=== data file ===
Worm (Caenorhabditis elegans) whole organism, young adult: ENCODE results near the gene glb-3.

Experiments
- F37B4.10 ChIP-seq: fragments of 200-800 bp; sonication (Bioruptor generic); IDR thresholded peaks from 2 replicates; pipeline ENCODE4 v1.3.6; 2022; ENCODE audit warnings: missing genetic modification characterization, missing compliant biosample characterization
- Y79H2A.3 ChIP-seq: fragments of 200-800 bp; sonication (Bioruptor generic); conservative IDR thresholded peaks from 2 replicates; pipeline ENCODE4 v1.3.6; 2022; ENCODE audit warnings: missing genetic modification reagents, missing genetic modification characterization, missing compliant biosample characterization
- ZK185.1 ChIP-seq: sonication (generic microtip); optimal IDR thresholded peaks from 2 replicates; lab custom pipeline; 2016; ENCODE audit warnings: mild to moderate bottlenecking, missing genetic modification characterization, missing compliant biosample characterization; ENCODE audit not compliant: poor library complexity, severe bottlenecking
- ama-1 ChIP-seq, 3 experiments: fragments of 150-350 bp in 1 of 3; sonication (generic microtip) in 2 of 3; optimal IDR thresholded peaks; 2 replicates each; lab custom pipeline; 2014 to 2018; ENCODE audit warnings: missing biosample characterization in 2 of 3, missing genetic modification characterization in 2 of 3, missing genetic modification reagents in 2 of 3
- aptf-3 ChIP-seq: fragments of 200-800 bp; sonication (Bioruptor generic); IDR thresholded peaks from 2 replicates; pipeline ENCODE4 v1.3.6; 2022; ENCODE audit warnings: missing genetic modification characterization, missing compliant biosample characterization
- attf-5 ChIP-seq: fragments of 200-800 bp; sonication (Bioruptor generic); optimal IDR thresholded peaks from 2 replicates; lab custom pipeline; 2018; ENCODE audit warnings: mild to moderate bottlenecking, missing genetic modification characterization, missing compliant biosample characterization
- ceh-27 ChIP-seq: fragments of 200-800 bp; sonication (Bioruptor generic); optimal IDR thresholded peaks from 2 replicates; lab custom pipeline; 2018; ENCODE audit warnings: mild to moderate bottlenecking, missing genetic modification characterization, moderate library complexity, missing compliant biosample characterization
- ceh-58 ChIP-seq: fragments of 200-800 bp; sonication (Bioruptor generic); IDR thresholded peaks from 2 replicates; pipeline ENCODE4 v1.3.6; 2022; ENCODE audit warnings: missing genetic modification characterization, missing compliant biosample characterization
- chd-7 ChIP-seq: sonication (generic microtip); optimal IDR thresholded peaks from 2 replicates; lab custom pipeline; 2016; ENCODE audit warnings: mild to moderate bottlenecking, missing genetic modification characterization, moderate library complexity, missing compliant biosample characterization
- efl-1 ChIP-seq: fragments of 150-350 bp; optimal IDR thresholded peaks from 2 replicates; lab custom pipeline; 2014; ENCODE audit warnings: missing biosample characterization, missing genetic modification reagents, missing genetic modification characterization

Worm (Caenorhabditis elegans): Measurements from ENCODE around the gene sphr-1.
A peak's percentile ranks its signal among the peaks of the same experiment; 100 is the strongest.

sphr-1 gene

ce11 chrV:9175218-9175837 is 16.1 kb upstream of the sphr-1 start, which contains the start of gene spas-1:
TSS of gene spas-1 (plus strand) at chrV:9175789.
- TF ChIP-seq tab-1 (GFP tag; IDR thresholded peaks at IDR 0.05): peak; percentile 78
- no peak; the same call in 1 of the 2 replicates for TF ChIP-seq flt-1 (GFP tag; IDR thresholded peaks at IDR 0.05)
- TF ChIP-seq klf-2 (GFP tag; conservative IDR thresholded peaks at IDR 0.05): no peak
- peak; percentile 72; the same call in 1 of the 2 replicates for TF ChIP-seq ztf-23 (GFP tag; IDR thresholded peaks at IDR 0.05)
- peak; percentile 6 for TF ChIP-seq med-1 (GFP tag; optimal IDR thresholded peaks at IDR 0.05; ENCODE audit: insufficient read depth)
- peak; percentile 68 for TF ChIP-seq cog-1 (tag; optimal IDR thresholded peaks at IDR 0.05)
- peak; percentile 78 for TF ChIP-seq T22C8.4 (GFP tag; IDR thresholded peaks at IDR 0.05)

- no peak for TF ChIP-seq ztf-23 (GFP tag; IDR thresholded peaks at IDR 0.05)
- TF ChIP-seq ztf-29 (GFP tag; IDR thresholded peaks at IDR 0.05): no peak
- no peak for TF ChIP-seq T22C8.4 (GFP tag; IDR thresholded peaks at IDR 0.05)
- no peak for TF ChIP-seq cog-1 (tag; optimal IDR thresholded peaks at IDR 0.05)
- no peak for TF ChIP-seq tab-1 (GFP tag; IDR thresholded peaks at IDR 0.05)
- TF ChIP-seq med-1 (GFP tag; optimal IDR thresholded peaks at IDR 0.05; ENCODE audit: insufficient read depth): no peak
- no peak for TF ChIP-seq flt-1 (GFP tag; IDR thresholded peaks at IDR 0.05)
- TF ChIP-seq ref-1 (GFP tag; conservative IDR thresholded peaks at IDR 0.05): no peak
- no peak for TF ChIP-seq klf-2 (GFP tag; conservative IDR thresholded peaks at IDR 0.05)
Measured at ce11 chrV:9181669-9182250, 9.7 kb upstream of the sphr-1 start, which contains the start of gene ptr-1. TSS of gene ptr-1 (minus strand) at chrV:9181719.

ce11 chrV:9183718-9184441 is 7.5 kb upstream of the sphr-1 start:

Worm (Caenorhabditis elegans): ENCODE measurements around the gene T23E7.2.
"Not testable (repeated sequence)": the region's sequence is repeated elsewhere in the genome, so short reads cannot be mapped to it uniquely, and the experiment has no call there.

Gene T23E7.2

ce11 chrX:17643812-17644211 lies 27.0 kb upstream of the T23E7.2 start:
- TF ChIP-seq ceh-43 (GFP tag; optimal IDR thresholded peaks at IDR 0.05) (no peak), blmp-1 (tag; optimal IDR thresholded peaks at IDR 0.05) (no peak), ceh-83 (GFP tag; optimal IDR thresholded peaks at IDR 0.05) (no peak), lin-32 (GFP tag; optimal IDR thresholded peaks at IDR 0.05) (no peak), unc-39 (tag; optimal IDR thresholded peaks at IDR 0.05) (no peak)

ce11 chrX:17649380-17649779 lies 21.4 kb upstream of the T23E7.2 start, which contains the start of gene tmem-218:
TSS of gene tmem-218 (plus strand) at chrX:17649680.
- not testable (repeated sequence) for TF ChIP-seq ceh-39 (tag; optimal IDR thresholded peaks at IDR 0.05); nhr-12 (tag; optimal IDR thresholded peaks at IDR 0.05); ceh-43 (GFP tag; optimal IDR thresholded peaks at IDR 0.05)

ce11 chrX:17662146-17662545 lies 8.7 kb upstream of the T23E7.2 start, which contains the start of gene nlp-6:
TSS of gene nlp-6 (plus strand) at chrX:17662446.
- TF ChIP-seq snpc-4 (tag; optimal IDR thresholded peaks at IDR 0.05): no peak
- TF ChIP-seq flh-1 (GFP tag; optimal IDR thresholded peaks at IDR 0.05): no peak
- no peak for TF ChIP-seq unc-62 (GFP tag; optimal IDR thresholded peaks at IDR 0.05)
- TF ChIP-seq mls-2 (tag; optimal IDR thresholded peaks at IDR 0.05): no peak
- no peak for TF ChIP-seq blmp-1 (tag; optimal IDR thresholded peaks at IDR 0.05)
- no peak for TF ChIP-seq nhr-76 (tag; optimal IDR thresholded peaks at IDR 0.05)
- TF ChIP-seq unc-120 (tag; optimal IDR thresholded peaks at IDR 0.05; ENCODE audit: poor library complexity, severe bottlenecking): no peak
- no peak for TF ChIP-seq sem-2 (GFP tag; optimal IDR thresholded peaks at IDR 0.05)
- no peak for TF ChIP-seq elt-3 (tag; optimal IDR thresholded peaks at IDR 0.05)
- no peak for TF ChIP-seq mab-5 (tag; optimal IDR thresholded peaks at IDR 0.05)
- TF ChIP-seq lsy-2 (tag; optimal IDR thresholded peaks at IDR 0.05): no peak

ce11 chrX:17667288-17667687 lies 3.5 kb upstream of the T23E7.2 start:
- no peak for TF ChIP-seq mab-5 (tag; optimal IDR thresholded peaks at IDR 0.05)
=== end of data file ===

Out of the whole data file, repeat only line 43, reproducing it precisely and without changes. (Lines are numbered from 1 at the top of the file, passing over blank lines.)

- not testable (repeated sequence) for TF ChIP-seq ceh-39 (tag; optimal IDR thresholded peaks at IDR 0.05); nhr-12 (tag; optimal IDR thresholded peaks at IDR 0.05); ceh-43 (GFP tag; optimal IDR thresholded peaks at IDR 0.05)